By Anupum Pant
There was a post I made in the past, about a popular email forward which mentioned a paragraph and it seemed like gibberish at first. But when you actually tried to read it, you were able to read is at a very normal pace. It was as if the totally mixed up spellings did not matter. Now, that wasn’t a very scientific way of going about claiming something – through an email forward. No one really knows where it came from. Certainly not from Cambridge. And right at the end of that article, the claims of that email were convincingly challenged.
What we see today is something similar, just that, it about listening, not about reading. Plus, this one, unlike the “spelling does not matter” claim, comes directly from a very reliable source – Jayatri Das, Chief bioscientist at Franklin Institute.
In an audio broadcast uploaded on soundcould, she demonstrates a very strong and fundamental trait of the human brain.
In the 50 second sound clip, she first plays a sound that is heavily distorted by a computer. You aren’t able to make any sense out of that sound. What happens next is amazing.
The sound plays again – the distorted R2D2-ish sound. Next, she plays the actual sentence which was distorted to make it sound like gibberish. The real sentence (which I won’t reveal in the text because it would ruin it for you if you read this first) is totally clear. Now, when she plays the gibberish again, somehow you are easily able to understand it!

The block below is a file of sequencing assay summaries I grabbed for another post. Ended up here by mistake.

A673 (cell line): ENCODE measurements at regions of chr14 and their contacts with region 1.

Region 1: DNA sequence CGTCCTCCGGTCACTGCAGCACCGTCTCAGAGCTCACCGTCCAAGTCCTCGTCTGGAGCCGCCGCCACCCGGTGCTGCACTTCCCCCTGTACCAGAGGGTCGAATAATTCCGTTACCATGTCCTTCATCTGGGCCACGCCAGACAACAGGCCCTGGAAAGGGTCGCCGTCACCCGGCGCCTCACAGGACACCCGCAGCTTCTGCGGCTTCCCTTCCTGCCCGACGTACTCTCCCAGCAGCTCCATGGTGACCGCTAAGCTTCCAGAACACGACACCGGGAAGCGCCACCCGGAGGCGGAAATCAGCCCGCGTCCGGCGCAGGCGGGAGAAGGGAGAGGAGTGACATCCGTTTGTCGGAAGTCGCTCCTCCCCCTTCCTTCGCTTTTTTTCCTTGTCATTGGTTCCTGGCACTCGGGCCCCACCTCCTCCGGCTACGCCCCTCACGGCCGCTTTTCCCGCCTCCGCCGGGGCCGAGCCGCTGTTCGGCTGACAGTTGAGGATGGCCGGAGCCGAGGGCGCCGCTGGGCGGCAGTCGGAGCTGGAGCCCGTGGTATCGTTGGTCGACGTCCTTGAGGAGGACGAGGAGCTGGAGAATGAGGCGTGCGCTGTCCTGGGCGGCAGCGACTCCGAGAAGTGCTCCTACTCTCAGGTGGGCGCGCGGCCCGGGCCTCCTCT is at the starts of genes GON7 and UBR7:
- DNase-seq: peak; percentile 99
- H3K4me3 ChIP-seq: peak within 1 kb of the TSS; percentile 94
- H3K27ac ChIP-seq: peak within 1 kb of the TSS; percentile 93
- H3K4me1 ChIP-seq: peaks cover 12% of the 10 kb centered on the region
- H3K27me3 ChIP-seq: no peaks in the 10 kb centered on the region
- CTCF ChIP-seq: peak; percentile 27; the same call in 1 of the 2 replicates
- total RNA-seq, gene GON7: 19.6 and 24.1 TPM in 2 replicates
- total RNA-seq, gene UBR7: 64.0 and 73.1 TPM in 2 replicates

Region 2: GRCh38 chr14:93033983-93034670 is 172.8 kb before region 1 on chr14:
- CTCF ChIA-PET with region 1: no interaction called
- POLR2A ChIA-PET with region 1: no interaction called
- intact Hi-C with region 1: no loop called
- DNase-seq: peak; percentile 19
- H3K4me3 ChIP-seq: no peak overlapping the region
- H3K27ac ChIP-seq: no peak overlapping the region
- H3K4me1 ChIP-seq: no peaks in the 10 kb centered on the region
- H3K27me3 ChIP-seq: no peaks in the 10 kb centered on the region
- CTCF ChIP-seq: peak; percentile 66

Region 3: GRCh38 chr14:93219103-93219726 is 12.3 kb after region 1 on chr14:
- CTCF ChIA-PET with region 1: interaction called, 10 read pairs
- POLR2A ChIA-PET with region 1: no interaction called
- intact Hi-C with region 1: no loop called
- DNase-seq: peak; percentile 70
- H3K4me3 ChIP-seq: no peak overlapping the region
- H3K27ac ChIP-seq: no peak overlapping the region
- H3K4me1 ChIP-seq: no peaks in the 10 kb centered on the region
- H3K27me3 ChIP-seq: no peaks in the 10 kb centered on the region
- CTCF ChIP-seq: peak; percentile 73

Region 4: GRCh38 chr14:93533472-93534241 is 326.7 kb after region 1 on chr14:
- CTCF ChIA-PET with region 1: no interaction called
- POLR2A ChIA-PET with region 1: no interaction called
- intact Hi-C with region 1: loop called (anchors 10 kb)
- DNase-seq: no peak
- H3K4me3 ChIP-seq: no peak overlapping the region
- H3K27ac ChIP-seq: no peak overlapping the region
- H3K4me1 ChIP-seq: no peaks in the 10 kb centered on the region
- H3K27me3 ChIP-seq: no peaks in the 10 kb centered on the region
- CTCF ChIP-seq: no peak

It’s right here and you can experience it for yourself by listening (and participating) in the 50-second clip. It is a sound you literally “cannot un-hear”.
However, I had forgotten the real sentence after a couple of days, so the clip seemed to me like what it would to a fresh test subject when I listened to it again after a week. That means technically, you are able to un-hear it.
As this article from the Atlantic – where I first read about it – puts it. It is a lot like this visual experiment.
Did you happen to notice the following image that made fun of the FIFA Worldcup 2014’s logo? I’ve attached it below, if you haven’t seen it.
The image makes the logo look like a facepalm. Before this, you must have never thought of the logo to be a facepalm. But, after you see this, every time you see the actual logo, you’ll see a facepalm.